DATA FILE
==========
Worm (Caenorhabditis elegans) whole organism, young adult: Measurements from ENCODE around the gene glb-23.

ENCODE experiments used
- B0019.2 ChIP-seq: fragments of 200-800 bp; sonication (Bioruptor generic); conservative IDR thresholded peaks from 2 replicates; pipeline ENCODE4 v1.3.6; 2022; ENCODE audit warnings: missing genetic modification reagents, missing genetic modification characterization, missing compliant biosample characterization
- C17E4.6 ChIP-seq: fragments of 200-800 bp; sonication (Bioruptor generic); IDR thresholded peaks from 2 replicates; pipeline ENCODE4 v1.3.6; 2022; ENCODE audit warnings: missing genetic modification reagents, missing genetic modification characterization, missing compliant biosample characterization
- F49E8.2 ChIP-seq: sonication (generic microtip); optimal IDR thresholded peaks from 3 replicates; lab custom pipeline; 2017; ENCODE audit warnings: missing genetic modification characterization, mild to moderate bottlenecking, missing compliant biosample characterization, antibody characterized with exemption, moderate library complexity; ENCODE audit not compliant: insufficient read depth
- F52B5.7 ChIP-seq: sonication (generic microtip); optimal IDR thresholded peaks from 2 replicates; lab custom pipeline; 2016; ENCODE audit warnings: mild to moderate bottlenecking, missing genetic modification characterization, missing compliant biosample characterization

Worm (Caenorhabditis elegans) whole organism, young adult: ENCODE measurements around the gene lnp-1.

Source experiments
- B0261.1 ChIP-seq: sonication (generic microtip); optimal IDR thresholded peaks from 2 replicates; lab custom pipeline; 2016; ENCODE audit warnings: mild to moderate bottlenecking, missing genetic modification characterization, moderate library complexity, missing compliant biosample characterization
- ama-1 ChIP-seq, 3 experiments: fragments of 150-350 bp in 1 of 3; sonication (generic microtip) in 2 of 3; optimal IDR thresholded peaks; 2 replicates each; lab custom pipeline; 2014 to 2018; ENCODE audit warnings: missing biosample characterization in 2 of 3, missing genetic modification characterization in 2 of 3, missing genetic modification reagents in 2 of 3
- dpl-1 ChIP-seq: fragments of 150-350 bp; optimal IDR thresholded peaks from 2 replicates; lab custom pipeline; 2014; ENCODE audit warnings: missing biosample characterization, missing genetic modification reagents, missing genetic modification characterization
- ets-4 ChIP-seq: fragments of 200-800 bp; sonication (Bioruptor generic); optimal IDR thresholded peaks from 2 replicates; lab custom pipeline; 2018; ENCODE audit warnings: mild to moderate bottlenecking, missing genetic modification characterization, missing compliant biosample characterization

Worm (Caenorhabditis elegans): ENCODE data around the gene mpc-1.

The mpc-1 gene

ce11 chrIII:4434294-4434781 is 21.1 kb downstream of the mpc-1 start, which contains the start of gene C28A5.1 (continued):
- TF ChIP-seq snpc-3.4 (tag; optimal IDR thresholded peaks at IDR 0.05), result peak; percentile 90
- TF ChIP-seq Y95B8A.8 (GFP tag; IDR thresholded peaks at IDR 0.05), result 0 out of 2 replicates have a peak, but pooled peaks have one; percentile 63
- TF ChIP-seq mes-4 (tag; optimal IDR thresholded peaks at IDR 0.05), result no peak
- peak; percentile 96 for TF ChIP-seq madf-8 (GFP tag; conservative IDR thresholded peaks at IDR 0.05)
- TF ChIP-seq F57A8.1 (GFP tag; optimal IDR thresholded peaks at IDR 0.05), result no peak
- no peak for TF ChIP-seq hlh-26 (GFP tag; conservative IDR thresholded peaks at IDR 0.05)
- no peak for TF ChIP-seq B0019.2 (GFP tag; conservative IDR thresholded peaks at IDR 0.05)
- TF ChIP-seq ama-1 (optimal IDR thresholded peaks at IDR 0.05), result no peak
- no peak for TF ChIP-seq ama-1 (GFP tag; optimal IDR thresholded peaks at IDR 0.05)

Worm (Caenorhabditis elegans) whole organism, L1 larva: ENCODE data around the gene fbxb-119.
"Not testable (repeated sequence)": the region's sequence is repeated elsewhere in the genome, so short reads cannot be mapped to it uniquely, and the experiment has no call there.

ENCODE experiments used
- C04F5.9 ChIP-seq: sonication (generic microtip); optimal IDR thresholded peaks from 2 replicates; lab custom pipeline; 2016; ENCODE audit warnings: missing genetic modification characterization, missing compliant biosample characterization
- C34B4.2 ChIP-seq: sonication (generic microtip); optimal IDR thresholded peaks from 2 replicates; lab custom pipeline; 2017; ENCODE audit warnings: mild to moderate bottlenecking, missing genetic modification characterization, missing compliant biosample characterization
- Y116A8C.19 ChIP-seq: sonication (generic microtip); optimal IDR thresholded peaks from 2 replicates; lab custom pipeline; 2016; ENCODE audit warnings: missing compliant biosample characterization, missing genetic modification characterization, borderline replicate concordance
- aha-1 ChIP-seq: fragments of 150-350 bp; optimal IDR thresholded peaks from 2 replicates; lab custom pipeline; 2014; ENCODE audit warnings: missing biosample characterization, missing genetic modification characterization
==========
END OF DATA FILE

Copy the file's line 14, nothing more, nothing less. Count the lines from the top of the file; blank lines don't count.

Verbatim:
The mpc-1 gene